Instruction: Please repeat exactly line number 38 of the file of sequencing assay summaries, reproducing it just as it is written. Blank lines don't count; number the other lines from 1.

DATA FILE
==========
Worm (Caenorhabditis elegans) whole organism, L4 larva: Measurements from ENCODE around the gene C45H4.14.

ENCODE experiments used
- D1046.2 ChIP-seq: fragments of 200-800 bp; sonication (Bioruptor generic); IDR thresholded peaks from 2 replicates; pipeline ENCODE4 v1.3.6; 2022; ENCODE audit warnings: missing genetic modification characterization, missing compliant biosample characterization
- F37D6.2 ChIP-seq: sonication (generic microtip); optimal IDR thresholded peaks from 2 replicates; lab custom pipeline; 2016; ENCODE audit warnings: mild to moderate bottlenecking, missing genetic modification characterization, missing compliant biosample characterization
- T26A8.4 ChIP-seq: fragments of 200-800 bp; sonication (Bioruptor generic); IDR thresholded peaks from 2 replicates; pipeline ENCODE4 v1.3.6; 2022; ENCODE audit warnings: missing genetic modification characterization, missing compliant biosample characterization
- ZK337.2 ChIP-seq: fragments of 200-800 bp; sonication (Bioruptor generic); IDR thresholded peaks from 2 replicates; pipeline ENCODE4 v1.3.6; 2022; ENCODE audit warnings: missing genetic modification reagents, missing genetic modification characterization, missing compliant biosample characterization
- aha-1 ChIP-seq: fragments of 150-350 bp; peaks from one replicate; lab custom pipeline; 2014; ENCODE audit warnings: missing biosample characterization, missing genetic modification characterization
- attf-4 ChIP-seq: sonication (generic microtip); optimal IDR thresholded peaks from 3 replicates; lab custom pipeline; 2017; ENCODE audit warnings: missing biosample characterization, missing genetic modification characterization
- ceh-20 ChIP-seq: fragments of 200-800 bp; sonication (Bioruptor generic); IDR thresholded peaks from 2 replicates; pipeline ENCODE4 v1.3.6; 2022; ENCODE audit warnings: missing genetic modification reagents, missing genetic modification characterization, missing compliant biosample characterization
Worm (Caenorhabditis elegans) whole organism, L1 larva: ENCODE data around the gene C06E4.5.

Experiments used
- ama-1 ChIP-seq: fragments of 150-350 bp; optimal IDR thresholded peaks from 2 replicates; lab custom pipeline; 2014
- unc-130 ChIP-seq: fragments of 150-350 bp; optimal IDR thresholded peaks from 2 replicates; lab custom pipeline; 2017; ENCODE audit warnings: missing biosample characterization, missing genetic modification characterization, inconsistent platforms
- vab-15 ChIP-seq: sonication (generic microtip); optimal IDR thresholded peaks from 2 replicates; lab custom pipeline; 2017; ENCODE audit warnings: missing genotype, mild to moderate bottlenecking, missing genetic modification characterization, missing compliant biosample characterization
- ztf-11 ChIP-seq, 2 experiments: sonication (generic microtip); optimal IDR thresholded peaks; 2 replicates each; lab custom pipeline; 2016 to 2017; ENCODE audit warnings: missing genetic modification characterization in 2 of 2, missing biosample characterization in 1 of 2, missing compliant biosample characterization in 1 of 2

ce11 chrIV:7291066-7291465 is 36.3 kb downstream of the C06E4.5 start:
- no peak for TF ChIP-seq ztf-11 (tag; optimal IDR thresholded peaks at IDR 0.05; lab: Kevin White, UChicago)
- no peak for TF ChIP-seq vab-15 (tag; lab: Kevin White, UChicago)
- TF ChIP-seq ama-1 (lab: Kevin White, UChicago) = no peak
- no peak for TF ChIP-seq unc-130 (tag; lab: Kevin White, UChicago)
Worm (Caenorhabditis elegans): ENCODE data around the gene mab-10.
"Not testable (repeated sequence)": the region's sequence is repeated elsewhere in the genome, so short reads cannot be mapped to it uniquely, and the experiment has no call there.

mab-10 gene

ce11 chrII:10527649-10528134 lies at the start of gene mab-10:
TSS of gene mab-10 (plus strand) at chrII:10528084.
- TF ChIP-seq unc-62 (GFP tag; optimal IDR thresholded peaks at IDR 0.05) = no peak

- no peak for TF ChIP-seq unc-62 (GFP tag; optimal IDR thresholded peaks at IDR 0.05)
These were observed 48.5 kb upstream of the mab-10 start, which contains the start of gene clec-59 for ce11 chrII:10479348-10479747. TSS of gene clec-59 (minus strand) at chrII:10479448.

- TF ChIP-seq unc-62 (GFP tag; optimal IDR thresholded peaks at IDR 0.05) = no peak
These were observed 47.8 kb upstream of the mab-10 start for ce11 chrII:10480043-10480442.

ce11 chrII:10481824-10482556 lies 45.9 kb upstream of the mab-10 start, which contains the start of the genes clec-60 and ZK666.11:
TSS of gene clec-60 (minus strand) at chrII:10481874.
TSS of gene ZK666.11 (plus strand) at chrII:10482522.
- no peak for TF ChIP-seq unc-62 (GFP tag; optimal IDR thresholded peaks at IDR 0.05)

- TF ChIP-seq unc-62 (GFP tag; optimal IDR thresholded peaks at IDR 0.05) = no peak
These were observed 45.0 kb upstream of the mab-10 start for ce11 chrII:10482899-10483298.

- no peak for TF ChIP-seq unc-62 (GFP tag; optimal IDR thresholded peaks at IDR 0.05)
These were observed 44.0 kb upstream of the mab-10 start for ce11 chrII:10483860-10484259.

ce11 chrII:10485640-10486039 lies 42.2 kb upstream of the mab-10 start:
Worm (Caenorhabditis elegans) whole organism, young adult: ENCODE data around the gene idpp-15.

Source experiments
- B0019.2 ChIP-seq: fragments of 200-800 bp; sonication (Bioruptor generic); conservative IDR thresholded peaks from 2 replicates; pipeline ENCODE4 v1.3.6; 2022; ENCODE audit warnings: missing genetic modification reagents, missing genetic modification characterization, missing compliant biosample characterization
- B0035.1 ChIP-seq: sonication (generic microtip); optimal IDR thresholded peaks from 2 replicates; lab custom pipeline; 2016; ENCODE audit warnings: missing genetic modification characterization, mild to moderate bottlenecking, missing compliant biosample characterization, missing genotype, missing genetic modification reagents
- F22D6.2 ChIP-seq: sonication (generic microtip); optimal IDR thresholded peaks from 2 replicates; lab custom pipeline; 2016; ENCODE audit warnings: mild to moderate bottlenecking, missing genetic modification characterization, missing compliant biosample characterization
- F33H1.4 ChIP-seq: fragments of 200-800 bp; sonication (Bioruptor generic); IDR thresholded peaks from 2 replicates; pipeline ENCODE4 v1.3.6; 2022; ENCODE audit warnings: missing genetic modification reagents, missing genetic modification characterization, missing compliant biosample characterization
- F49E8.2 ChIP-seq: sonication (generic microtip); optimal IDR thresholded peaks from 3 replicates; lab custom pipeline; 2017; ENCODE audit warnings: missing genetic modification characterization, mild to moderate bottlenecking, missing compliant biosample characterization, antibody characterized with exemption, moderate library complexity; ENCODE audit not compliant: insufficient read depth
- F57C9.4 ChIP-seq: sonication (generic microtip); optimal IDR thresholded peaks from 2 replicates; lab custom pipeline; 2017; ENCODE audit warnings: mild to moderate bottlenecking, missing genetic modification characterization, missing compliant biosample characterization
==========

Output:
These were observed 44.0 kb upstream of the mab-10 start for ce11 chrII:10483860-10484259.